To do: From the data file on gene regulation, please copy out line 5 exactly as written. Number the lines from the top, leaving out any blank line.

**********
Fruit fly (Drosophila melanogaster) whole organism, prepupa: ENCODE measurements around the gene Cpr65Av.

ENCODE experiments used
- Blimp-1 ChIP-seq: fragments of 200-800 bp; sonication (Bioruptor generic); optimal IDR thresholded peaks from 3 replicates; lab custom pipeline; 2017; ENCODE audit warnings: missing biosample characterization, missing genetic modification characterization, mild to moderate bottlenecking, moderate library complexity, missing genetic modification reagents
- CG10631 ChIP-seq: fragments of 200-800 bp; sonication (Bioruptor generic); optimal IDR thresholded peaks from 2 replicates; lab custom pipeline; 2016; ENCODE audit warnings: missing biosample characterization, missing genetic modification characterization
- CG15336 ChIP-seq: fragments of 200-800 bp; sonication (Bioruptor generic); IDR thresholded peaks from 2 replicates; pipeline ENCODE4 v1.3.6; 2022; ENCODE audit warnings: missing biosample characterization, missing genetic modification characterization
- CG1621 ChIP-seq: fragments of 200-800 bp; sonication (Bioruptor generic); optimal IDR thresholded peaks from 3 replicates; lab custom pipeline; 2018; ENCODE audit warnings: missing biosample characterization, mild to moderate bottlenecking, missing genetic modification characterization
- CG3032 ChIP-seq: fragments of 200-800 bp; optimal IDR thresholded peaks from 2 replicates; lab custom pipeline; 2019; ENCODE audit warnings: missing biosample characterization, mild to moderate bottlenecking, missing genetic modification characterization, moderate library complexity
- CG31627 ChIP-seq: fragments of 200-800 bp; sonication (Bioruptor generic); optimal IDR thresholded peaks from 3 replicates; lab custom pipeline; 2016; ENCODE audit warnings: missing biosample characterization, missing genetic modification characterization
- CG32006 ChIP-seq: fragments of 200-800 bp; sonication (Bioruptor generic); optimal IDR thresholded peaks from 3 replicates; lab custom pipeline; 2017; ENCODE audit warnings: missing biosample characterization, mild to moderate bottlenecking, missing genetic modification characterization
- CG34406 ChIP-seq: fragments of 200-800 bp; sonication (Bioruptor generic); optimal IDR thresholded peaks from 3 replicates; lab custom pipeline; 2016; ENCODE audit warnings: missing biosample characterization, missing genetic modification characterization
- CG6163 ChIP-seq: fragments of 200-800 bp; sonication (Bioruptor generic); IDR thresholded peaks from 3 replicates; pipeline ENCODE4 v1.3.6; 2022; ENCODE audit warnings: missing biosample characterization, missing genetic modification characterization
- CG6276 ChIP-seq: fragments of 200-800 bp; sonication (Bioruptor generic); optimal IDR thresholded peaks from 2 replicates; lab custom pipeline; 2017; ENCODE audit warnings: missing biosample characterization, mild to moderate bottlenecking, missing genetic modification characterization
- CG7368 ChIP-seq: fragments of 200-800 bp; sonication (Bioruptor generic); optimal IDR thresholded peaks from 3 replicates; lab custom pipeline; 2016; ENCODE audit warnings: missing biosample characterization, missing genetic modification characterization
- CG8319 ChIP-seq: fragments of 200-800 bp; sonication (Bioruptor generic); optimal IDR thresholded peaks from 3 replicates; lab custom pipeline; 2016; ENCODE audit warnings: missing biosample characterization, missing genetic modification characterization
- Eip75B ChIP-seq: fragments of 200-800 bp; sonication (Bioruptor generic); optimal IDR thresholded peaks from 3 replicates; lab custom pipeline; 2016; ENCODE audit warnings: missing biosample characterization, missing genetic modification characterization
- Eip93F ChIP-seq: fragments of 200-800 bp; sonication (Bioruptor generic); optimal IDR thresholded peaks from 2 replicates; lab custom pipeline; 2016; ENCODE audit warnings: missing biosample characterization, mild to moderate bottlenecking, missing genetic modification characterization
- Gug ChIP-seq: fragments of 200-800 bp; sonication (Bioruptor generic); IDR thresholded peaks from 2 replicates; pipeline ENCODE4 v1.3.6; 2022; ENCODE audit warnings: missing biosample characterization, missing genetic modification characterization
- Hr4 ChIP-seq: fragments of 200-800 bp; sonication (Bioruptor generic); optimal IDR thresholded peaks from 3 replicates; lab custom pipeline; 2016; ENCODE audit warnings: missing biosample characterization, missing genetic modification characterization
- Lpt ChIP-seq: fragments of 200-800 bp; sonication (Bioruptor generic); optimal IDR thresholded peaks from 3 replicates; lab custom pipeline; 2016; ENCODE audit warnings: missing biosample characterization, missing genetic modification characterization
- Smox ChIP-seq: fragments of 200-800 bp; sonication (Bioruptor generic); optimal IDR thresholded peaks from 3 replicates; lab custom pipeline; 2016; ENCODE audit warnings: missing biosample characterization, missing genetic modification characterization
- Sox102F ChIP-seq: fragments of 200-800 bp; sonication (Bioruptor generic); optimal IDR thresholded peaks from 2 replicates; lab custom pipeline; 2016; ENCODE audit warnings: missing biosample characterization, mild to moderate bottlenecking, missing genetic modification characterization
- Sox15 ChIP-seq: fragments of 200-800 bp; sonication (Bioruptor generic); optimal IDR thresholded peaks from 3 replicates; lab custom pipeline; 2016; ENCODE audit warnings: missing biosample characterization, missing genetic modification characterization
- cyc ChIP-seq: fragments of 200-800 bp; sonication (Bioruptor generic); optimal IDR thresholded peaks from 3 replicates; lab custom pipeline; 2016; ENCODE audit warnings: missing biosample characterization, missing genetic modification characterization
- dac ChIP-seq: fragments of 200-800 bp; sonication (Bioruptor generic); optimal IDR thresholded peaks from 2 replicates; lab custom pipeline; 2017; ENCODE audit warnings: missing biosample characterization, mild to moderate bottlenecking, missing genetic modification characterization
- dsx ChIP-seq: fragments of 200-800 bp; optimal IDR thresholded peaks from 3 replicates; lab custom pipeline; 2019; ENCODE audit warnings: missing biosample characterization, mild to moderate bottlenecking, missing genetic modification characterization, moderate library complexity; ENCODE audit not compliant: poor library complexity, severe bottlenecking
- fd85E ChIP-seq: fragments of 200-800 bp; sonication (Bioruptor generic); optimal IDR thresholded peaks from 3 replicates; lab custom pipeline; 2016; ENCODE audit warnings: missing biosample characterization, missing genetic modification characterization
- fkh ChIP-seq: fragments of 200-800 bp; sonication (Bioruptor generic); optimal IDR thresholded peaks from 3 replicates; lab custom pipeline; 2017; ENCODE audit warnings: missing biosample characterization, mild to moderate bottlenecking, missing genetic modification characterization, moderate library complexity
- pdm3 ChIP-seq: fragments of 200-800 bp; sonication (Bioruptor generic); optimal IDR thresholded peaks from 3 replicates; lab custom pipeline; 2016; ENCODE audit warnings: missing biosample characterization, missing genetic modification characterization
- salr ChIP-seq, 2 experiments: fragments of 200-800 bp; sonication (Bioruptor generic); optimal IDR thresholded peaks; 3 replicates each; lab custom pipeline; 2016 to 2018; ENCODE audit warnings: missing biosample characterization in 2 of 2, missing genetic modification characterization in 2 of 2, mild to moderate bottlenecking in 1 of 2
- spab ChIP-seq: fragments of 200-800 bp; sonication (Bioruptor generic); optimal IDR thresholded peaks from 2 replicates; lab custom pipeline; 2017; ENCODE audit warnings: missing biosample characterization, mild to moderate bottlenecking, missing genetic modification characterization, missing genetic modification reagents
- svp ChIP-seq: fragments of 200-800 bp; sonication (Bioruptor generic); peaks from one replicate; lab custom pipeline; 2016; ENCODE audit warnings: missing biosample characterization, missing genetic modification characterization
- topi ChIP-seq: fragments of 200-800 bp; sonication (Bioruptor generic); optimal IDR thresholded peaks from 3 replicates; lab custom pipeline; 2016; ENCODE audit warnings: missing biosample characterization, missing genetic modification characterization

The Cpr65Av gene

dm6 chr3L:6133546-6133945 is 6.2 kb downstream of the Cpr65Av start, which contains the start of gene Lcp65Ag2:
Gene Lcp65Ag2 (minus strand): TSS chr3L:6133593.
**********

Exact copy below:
- CG15336 ChIP-seq: fragments of 200-800 bp; sonication (Bioruptor generic); IDR thresholded peaks from 2 replicates; pipeline ENCODE4 v1.3.6; 2022; ENCODE audit warnings: missing biosample characterization, missing genetic modification characterization